Two recent articles from Financial Planning.com speak particularly well to the buzzing topic of FINRA compliance.
The first article, Early Guidance on Staying Social Media-Compliant, offers up some preliminary guidelines for FINRA compliance. The article references a few steps for financial professionals as noted by social media expert Alexandra Basak Russell, at the Women Advisors Forum. Here are the basics:
1. Create and maintain a clear social media policy and train your staff on that policy
2. Don’t get into trouble by posting about, recommending or even talking about investment products
3. FINRA makes a distinction between static and interactive content
4. To remain in compliance, firms must capture a record of all tweets and posts, including those that are removed for being deemed inappropriate. All communication with the public must be retained.
See article for greater detail within guidelines.
Social Media Success
The second article, Social Media Success: Interpreting FINRA’s Guidelines, links to a comprehensive list of key takeaways as analyzed by SunGard Data Systems, based on the two rounds of guidelines in place by FINRA, Notice 10-06 and Notice 11-39. The main takeaways are as follows:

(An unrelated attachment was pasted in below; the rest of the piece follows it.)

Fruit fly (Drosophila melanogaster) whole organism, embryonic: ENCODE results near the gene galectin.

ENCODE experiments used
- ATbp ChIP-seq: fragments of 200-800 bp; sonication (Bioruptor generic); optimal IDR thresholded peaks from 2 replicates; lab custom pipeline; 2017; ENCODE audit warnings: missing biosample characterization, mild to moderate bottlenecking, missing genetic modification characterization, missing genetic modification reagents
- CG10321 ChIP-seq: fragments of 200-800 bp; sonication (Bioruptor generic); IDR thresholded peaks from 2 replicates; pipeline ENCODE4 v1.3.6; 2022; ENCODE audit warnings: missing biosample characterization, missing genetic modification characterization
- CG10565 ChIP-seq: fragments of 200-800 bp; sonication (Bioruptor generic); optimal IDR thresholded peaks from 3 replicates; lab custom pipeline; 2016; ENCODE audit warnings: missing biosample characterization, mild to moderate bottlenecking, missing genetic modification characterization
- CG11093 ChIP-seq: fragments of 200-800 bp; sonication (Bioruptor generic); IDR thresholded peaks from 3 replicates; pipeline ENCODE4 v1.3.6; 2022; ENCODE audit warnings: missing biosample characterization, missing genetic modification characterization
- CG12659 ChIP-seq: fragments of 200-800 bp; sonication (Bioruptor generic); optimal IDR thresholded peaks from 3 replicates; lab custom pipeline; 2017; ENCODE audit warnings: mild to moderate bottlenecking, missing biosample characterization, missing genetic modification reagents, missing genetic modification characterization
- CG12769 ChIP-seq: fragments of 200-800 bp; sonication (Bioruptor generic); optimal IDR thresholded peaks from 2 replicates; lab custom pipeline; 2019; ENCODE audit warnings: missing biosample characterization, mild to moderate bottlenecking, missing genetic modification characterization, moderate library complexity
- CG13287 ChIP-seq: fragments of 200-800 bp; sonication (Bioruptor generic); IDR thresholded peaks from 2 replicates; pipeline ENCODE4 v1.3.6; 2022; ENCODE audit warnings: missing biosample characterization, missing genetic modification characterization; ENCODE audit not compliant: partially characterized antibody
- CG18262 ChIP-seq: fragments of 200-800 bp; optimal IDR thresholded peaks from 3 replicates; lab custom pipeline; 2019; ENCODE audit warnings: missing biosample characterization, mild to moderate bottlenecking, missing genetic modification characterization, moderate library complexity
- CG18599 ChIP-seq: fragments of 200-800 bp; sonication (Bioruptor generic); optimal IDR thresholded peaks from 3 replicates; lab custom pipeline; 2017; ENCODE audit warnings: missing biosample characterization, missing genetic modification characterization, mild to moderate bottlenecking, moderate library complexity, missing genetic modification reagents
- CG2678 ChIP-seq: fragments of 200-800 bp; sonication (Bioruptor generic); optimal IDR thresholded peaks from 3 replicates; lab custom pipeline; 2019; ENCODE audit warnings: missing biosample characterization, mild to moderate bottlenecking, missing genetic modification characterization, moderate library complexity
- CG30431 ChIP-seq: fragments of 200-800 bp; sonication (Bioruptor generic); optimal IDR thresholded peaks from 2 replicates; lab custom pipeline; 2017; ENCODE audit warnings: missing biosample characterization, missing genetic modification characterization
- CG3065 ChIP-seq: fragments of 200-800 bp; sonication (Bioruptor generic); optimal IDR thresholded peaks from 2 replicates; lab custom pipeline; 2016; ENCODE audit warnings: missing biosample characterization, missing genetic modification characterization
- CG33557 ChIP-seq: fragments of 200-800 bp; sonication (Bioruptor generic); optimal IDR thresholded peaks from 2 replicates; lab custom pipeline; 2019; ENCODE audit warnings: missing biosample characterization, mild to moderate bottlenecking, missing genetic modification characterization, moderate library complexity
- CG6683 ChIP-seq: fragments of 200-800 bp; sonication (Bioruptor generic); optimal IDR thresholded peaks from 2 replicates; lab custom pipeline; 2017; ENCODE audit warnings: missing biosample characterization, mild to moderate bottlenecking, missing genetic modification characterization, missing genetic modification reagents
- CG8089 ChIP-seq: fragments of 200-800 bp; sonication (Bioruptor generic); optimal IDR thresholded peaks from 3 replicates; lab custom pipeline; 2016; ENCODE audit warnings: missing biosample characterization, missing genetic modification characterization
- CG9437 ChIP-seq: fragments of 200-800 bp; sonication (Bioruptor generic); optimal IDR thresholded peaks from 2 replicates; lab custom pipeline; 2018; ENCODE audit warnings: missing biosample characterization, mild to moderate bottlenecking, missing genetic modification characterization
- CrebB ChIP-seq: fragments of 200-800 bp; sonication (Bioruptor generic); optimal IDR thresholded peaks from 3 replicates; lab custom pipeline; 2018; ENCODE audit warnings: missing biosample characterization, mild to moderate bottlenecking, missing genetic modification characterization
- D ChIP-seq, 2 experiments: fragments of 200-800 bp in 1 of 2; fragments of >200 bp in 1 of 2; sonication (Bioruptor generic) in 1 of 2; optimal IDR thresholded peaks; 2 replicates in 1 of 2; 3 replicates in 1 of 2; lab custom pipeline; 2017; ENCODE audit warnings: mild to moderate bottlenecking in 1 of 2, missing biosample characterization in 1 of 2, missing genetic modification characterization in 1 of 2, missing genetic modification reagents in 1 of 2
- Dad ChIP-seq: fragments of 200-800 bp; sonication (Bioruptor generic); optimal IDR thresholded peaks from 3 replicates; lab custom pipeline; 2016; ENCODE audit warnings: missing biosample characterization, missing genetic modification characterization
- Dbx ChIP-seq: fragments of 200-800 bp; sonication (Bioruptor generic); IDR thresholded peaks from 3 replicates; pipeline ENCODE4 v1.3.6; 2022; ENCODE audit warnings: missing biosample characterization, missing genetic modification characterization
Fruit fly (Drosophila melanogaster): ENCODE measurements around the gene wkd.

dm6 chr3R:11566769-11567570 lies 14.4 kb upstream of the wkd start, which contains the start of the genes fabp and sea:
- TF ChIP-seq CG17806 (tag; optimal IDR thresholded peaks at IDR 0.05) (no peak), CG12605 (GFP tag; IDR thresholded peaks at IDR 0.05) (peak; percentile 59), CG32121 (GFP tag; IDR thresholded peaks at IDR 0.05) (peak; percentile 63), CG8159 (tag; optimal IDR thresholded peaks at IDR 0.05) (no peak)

1. Correspondence between representatives, advisers or managers and customers does not need pre-approval. But, of course, store a copy of all correspondence.
2. If any of the interactive content gets turned into standing or “static” content, establish a procedure for reviewing and signing off on that content.
3. Messages to customers and interactions in different social media need to be monitored, regardless.
4. Postings that are intended to be seen on web sites or fan pages should be reviewed ahead of time. Changes should be reviewed again.
5. If you’re only going to store the postings or interactive communications by your representatives, managers or staff, you better clearly define what constitutes a business message and what does not.
6. Conduct random audits on personal content – wherever your reps, staff or managers might put it — to see whether it crosses the bounds into business content.
7. You can no longer just police content that gets created on firm-owned devices.
8. Review any and all links to third-party websites, third-party data such as trending and statistical information, headlines or comments from websites or analysts.
See the slideshow of takeaways for greater detail.